The Metropolitan Police Department Fiscal Affairs Committee — consisting of two Clark County commissioners, two Las Vegas City Council members and a citizen-chairman — voted Monday to approve a $125,000 settlement for a local attorney roughed up by a motorcycle officer.
But some members weren’t happy about it.
County Commissioner Steve Sisolak objected to the lack of information provided by police about the case. He told a reporter after the meeting he was unable to learn whether the officer had been disciplined or what other complaints may have been filed against him. City Councilman Ricki Barlow agreed that the Fiscal Affairs Committee functions in such votes as little more than a rubber stamp, given how little information members are provided.
Kristina Wildeveld, a veteran criminal defense attorney, filed a civil rights lawsuit after being stopped and ticketed by officer Richard D. Goslar outside the Regional Justice Center in October 2008. When the attorney stepped out of her car to hand the officer her driver’s license and proof of insurance as requested, she says the policeman “took my right arm and threw me up against the car.”
Las Vegas police responded to Ms. Wildeveld’s lawsuit by arguing that the officer used “a reasonable degree of force” and that any injury to Ms. Wildeveld — she reports suffering a torn rotator cuff and neck ligaments, as well as injuries to three ribs — were “a direct and proximate result of her own misconduct and actions.”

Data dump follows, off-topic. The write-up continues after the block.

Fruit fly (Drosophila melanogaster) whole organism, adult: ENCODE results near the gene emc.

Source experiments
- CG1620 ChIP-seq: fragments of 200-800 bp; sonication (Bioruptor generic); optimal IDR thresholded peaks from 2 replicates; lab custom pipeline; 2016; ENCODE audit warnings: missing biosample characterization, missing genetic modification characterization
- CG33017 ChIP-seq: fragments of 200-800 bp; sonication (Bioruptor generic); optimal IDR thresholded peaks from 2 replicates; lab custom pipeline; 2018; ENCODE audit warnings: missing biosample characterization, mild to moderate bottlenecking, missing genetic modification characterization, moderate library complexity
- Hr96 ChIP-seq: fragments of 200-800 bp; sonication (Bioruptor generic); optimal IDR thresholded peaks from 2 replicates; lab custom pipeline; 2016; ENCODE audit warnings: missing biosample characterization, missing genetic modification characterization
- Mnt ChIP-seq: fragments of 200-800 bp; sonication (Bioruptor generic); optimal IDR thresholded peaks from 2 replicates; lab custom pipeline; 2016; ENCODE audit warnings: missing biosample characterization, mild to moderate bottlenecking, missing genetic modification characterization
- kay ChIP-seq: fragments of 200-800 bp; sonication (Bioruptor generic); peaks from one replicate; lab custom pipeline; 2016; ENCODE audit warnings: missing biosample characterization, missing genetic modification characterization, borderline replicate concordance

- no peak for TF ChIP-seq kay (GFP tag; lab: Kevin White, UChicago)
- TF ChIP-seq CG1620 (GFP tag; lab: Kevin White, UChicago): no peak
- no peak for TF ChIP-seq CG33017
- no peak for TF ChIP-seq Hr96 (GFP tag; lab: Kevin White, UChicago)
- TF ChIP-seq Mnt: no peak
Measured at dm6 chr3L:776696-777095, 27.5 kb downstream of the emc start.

Really? Why is any force at all required against a woman in a parked car, dutifully handing over her papers? Why did the court dismiss the citation the officer issued? And why is Metro then offering to settle her lawsuit for $125,000 instead of going to court and winning an outright dismissal?
Mr. Sisolak and Mr. Barlow are correct. There’s civilian review of such payoffs precisely so responsible parties outside the department can represent taxpayers and ask why such six-figure abuses happened.
Metro’s attorney responds the board is supposed to deal only with “financial issues,” not internal department policy.
Fine. Then the answer is for the Fiscal Affairs Committee to make a “financial” decision to stop paying off victims of Las Vegas police until the sheriff explains why officers are behaving this way, how offenders are being disciplined and how he plans to stop such costly incidents from recurring.